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Head of NCCHT

H.E. / Dr. Anwar Mohammed Gargash
Chairman of the National Committee to Combat Human Trafficking
Minister of State for Foreign Affairs 


Human trafficking is an issue that affects many countries around the world including the United Arab Emirates (UAE). Despite the challenges posed by this crime, the UAE as a committed and responsible member of the international community has been proactive in the global fight to combat human trafficking. The issue is increasingly being addressed publicly by both the government and media and is a top priority for the UAE government.

The country’s resolve to fight this crime at home and abroad has resulted in a comprehensive five-pillar (5Ps) action plan that includes: Prevention, Prosecution, Punishment, Protection and Promotion (of international cooperation).

The UAE anti-human trafficking law – Federal Law 51 of November 2006, the first of its kind in the region – takes into account the existing federal laws on entry and residency of foreigners, labour, camel races and criminal procedures, as well as the penal code. It calls for strong punitive measures, including maximum penalties of life imprisonment and covers all forms of human trafficking.

Further, the Cabinet established the National Committee for Combating Human Trafficking in April 2007. This serves as a coordinating body for anti-human trafficking efforts at all levels in the seven emirates of the federation. It is headed by the Minister of State for Foreign Affairs and Federal National Council Affairs, Dr. Anwar Gargash. Its members include representatives from the federal ministries of Interior, Foreign Affairs, Labour, Health and Social Affairs, as well as from the State Security Authority and the UAE Red Crescent Society.

The Committee is responsible for promoting the strict enforcement of Federal Law 51 and its provisions. It is also tasked with studying and revising human trafficking legislations with a view to securing the necessary protection according to international standards. It develops public awareness and victim sensitivity training programmes for the relevant bodies and individuals dealing with victims of trafficking; and represents the UAE officially in handling international requests, enquiries, and delegations related to human trafficking issues.

As part of its international commitment, the UAE ratified the United Nations Convention against Transnational Organized Crime (2000) in 2007. The Cabinet has also approved the ratification of the United Nations Protocol to Prevent, Suppress and Punish Trafficking in Persons, especially Women and Children (Palermo Protocol), which is one of the two protocols attached to the Organised Crime Convention.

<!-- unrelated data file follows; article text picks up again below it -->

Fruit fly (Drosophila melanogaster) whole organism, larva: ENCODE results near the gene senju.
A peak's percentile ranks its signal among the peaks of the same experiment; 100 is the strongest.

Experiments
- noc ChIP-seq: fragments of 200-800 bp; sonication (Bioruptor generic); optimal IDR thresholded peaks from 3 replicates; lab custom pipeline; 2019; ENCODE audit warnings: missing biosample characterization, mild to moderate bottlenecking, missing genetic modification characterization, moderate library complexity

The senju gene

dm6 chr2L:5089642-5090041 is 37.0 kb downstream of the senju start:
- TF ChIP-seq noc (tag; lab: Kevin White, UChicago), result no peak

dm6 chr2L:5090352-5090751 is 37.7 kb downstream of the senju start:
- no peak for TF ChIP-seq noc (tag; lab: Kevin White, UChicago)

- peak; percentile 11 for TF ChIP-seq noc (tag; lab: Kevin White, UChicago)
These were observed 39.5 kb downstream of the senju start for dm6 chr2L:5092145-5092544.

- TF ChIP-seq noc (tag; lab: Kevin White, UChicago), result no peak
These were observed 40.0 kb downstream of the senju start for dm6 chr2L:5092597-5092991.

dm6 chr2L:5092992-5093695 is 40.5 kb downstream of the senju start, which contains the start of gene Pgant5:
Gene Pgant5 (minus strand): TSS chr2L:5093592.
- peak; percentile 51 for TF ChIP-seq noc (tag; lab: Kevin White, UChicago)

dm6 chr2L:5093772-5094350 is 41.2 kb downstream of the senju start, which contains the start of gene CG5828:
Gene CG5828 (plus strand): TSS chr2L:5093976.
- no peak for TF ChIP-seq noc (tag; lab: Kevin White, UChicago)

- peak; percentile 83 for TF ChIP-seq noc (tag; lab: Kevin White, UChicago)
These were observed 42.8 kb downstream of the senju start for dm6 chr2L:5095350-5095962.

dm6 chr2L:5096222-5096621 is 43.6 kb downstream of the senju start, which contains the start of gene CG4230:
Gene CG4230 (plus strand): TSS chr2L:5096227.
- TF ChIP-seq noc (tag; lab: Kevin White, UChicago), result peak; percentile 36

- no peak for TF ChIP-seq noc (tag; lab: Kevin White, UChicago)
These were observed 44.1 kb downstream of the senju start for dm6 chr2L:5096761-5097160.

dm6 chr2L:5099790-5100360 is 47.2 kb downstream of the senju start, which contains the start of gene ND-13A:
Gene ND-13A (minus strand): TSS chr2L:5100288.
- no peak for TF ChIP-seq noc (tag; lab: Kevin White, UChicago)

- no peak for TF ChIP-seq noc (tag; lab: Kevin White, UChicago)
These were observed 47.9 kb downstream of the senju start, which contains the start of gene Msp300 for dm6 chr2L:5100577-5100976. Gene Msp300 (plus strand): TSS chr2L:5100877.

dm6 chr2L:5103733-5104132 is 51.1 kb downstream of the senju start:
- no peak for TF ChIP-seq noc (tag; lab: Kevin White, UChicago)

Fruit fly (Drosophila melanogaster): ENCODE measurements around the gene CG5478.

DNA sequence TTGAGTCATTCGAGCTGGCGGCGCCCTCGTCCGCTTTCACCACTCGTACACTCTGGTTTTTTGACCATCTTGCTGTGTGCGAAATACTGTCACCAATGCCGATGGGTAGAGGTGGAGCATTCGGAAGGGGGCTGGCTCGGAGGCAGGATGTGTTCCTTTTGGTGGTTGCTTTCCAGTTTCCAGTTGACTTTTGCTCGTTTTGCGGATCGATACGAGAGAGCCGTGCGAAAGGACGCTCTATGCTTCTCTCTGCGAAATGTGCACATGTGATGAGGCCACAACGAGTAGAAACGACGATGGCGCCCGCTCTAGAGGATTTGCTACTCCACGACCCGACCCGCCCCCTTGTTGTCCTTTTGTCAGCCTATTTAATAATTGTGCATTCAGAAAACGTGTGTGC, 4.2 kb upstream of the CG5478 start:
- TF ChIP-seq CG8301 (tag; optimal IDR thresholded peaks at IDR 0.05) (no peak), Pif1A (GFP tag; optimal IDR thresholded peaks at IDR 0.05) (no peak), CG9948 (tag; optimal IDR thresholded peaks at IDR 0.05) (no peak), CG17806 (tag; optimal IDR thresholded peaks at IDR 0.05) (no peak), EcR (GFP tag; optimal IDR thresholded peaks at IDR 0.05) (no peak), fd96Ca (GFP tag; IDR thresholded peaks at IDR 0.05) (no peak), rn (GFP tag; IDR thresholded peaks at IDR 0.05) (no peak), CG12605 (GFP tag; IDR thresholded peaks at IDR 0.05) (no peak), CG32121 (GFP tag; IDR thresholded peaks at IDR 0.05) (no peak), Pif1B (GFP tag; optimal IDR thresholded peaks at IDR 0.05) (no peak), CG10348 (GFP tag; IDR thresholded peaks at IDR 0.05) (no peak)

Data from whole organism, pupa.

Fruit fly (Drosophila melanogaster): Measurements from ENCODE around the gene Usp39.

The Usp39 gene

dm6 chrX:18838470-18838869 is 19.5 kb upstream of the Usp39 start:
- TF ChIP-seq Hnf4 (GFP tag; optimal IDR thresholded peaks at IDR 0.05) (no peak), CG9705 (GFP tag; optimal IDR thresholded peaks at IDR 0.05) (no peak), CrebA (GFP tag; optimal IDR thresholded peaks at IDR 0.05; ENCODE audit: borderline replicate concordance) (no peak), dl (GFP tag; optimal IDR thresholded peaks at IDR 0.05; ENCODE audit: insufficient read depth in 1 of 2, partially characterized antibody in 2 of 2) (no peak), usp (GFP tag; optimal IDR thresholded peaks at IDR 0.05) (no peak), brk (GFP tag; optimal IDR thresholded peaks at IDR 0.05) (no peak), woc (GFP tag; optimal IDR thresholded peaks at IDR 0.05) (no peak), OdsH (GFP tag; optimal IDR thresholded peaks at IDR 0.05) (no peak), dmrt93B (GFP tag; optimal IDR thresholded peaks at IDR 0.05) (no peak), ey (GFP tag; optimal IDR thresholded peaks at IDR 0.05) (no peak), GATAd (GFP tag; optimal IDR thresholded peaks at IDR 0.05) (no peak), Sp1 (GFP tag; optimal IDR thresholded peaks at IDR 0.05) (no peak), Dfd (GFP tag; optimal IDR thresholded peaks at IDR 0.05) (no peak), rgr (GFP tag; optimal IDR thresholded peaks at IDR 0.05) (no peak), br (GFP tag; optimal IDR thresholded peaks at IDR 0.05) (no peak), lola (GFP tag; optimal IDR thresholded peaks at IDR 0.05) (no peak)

To ensure that our legislation and enforcement mechanisms have a human face, the UAE’s holistic approach includes initiatives that focus on how victims are treated by law enforcement officials, as well as expand the help and welfare programmes available to them. The government has a healthy track record of providing assistance and protection to victims of sexual abuse. Police departments and non-government organisations provide shelter and support for these victims. They have been given protective places until they are able to acquire the right documents, and are then returned home at the government’s expense under the Crime Victim Assistance Programme. The government's continuing two-phase repatriation and rehabilitation programme for former child camel jockeys amounts to about 40 million dirhams ($11 million). In addition, the Crown Prince of Abu Dhabi, His Highness Sheikh Mohammed bin Zayed Al Nahyan, committed 55 million dirhams (US$ 15 million) to support the UN.GIFT, which is coordinated by the United Nations Office on Drugs and Crime. This included sponsoring the United Nations Conference on Trafficking in Persons in Vienna in February 2008 and funding The Global Report on Trafficking Persons that was released in February 2009.

The UAE has achieved much in a short space of time, but realises that much more needs to be done to combat the challenge. The government is committed to serving as an active member of the international community to tackle this phenomenon. The country will continue to acknowledge our shortcomings and demonstrate resolve by vigorously improving its five-pillar action plan. We will continue to welcome direct discussion and collaboration with other sovereign governments, public or private sector groups, or international organizations – that will help stem the tide of human trafficking.

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